Women In The Civil Rights Movement

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Through the tremendous struggle men of color were able to legalize their human rights. On the other hand, women still faced inequalities, stereotypes, discrimination and segregation in society. Many women played important roles in the civil movement, but were often overshadowed by men, who still get more attention and credit for this success. Many women experienced gender discrimination after the civil rights movement which, lead to the pursue of women’s rights, the fight for the idea that women should have equal rights as men. Over time, this has taken the form of gaining property rights, the right for women to vote, reproductive rights, and the right to work for equal pay.
Women though the course of time have been viewed as objects. Women …show more content…

The women did not expect much from life, her husband or children consumed her entire existence. The women devote her entire life in servitude to her husband, yet they did not have legal right to any of their husband’s earnings or property, aside from the limited right to proper support; however, husbands would control their wives property and earnings. In a sense, capitalism impacted this mindset of the privations of objects. According, to Marx’s labor theory of value, the value of an object is determined by the amount of labor time (hours, weeks, months, etc.) that it took to produce it. In the article, “Capital” Marx emphasis on “commodities”, explores the sources of “value” by asking what determines the worth or price of goods bought and sold on the industry. Marx draws a distinction between “use-value” and “exchange-value when he states, “In the circulation C—M—C, the money is in the end converted into a commodity, that serves as a use-value; it is spent once for all. In the inverted form, M—C—M, on the contrary, the buyer lays out money in order that, as a seller, he may recover money …show more content…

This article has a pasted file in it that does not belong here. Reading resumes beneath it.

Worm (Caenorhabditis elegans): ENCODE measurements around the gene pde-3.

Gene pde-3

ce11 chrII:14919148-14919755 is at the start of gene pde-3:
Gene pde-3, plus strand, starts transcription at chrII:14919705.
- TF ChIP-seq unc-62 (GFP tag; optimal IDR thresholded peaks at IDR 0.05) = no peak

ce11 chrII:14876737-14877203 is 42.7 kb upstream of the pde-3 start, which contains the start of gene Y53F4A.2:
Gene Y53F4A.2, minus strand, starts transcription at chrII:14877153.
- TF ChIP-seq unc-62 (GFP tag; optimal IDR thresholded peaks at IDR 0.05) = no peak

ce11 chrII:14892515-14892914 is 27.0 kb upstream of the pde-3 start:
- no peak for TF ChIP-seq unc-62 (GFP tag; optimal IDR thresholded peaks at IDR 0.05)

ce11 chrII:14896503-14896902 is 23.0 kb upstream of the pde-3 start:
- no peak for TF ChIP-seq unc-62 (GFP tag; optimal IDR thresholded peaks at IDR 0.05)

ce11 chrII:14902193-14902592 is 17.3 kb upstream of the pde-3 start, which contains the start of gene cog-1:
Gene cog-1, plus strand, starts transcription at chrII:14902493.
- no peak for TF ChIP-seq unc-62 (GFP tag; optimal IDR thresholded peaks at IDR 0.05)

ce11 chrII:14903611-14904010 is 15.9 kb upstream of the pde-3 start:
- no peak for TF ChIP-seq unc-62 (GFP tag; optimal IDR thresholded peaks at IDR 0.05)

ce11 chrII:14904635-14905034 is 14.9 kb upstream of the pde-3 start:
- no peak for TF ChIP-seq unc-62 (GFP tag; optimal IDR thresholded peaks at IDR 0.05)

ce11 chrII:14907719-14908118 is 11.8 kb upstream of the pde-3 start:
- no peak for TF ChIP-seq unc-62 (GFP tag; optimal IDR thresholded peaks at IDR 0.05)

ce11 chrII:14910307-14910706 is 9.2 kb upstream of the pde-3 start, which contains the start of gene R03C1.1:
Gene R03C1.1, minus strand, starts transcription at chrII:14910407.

In attempts to legitimize and implement the laws that had been establish organizations such as, the National Organization for Women (NOW), that was, “founded in 1966, women 's movement organizations in the late 1960s and 1970s tended to be independent of political parties and other women 's organizations. Their mistrust of the state as an economic support for women and desire to set their own independent agenda may have contributed to tension between the women 's liberation movement and other contemporary social movements. For example, women of color, lesbians, and working-class women organized their own women 's movements (Johnson-Odim 1991).” In attempt for women to earn their god given rights they had to politically and socially organize a movement, which displayed their dissatisfaction with the devaluation and oppression they were facing in

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